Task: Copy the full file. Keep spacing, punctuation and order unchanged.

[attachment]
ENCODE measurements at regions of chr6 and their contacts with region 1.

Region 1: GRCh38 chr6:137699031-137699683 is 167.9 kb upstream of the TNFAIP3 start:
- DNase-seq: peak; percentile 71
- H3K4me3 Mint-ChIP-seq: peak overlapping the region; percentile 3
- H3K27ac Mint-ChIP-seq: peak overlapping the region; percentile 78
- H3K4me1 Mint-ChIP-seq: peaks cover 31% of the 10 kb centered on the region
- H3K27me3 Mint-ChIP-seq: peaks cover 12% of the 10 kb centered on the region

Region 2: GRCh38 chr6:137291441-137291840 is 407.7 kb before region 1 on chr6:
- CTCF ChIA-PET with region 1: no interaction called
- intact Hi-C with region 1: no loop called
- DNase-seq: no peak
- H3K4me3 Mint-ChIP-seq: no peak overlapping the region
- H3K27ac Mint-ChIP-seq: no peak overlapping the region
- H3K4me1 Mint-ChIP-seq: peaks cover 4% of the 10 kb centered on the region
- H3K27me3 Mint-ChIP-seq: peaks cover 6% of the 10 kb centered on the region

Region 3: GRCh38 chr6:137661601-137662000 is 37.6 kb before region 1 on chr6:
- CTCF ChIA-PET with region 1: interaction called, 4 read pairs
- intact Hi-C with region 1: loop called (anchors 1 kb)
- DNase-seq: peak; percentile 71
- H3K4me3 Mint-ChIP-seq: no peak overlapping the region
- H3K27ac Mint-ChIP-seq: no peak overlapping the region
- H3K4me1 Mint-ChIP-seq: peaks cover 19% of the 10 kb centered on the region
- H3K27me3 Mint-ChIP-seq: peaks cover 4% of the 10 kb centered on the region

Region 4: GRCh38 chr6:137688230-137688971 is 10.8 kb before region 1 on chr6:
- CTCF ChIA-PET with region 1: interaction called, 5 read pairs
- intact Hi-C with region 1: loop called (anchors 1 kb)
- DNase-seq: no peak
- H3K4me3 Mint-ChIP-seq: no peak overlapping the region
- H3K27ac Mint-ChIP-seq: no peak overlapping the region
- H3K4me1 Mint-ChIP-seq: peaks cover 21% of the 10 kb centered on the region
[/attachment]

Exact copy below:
ENCODE measurements at regions of chr6 and their contacts with region 1.

Region 1: GRCh38 chr6:137699031-137699683 is 167.9 kb upstream of the TNFAIP3 start:
- DNase-seq: peak; percentile 71
- H3K4me3 Mint-ChIP-seq: peak overlapping the region; percentile 3
- H3K27ac Mint-ChIP-seq: peak overlapping the region; percentile 78
- H3K4me1 Mint-ChIP-seq: peaks cover 31% of the 10 kb centered on the region
- H3K27me3 Mint-ChIP-seq: peaks cover 12% of the 10 kb centered on the region

Region 2: GRCh38 chr6:137291441-137291840 is 407.7 kb before region 1 on chr6:
- CTCF ChIA-PET with region 1: no interaction called
- intact Hi-C with region 1: no loop called
- DNase-seq: no peak
- H3K4me3 Mint-ChIP-seq: no peak overlapping the region
- H3K27ac Mint-ChIP-seq: no peak overlapping the region
- H3K4me1 Mint-ChIP-seq: peaks cover 4% of the 10 kb centered on the region
- H3K27me3 Mint-ChIP-seq: peaks cover 6% of the 10 kb centered on the region

Region 3: GRCh38 chr6:137661601-137662000 is 37.6 kb before region 1 on chr6:
- CTCF ChIA-PET with region 1: interaction called, 4 read pairs
- intact Hi-C with region 1: loop called (anchors 1 kb)
- DNase-seq: peak; percentile 71
- H3K4me3 Mint-ChIP-seq: no peak overlapping the region
- H3K27ac Mint-ChIP-seq: no peak overlapping the region
- H3K4me1 Mint-ChIP-seq: peaks cover 19% of the 10 kb centered on the region
- H3K27me3 Mint-ChIP-seq: peaks cover 4% of the 10 kb centered on the region

Region 4: GRCh38 chr6:137688230-137688971 is 10.8 kb before region 1 on chr6:
- CTCF ChIA-PET with region 1: interaction called, 5 read pairs
- intact Hi-C with region 1: loop called (anchors 1 kb)
- DNase-seq: no peak
- H3K4me3 Mint-ChIP-seq: no peak overlapping the region
- H3K27ac Mint-ChIP-seq: no peak overlapping the region
- H3K4me1 Mint-ChIP-seq: peaks cover 21% of the 10 kb centered on the region